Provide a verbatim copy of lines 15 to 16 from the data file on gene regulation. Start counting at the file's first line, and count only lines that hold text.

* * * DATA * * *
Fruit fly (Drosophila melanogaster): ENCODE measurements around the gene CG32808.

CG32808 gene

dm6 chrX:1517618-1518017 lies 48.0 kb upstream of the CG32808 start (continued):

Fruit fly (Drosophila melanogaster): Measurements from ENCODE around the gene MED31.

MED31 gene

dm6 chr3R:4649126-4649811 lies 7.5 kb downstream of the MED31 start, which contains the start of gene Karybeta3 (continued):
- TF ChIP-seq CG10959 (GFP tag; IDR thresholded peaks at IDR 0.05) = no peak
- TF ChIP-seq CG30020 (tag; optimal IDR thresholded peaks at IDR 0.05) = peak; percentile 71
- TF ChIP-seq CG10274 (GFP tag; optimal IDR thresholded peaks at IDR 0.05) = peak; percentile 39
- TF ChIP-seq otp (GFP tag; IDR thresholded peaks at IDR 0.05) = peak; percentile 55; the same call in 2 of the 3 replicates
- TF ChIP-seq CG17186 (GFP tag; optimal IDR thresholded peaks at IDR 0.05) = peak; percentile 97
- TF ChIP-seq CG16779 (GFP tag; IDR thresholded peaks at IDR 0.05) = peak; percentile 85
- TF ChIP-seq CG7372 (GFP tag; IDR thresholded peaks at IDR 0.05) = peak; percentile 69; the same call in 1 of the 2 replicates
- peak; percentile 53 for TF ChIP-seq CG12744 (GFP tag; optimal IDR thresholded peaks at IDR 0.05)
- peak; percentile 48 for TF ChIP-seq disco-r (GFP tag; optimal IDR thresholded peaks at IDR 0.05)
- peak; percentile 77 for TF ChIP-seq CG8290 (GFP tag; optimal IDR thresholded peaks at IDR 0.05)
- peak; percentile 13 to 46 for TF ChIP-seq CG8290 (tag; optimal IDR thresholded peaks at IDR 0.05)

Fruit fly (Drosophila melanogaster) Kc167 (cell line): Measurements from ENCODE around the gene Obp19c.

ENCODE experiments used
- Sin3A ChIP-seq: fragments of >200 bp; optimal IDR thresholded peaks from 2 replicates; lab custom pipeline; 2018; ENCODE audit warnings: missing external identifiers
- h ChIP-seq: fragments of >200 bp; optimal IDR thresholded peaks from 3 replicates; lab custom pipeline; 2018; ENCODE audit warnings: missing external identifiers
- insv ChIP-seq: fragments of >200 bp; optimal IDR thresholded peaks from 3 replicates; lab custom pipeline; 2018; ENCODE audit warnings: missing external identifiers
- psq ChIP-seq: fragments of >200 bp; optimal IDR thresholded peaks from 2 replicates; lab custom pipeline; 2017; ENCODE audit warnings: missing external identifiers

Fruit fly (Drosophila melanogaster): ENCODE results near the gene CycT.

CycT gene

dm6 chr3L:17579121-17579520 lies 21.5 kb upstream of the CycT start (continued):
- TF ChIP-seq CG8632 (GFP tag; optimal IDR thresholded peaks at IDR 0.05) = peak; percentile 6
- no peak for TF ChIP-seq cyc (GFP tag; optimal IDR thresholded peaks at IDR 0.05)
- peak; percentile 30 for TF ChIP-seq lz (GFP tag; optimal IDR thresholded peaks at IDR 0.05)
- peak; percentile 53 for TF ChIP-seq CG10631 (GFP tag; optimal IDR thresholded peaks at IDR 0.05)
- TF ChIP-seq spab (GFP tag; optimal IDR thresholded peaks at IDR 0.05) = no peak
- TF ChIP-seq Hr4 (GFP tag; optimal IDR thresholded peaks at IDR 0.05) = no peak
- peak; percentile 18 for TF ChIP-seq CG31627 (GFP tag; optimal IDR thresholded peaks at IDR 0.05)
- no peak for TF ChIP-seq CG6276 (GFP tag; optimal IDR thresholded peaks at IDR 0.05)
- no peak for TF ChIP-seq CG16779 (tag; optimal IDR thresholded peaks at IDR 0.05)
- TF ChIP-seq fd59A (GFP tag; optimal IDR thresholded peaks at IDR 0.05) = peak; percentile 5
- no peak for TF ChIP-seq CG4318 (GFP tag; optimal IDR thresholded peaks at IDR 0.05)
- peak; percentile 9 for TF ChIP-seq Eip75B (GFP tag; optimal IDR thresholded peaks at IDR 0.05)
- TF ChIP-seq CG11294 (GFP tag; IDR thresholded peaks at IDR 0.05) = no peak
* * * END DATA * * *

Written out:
- peak; percentile 48 for TF ChIP-seq disco-r (GFP tag; optimal IDR thresholded peaks at IDR 0.05)
- peak; percentile 77 for TF ChIP-seq CG8290 (GFP tag; optimal IDR thresholded peaks at IDR 0.05)